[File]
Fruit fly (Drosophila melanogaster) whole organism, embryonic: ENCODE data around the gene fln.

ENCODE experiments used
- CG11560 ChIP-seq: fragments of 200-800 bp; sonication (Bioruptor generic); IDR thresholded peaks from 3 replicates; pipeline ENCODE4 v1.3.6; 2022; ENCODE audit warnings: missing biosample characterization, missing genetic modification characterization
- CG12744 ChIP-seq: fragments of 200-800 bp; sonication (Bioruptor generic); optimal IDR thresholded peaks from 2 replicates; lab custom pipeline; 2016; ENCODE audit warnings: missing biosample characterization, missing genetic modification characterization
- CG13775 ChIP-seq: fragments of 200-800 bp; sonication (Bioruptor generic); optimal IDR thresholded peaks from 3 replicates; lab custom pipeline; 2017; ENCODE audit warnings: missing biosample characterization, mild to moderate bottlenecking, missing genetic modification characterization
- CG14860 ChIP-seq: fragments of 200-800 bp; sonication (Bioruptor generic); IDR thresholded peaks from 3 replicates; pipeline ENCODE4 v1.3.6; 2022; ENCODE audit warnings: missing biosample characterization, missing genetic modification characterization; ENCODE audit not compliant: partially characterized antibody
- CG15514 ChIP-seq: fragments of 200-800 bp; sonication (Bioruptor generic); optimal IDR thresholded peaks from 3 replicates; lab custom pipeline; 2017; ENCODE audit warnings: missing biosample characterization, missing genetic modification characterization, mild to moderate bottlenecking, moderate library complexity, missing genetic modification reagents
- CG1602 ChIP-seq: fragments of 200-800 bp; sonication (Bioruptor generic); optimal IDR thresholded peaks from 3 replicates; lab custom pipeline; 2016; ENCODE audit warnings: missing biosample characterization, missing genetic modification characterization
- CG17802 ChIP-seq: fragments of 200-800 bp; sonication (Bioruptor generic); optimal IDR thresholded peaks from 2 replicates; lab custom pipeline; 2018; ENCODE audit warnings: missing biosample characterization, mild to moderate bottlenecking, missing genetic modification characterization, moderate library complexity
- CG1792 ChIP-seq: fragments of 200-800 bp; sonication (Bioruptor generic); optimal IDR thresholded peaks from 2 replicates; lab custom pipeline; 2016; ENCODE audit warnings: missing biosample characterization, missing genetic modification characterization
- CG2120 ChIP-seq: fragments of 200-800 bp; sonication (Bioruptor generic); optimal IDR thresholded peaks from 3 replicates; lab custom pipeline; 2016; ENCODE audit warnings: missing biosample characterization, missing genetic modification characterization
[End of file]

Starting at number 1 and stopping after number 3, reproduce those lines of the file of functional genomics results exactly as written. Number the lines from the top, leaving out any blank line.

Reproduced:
Fruit fly (Drosophila melanogaster) whole organism, embryonic: ENCODE data around the gene fln.

ENCODE experiments used
- CG11560 ChIP-seq: fragments of 200-800 bp; sonication (Bioruptor generic); IDR thresholded peaks from 3 replicates; pipeline ENCODE4 v1.3.6; 2022; ENCODE audit warnings: missing biosample characterization, missing genetic modification characterization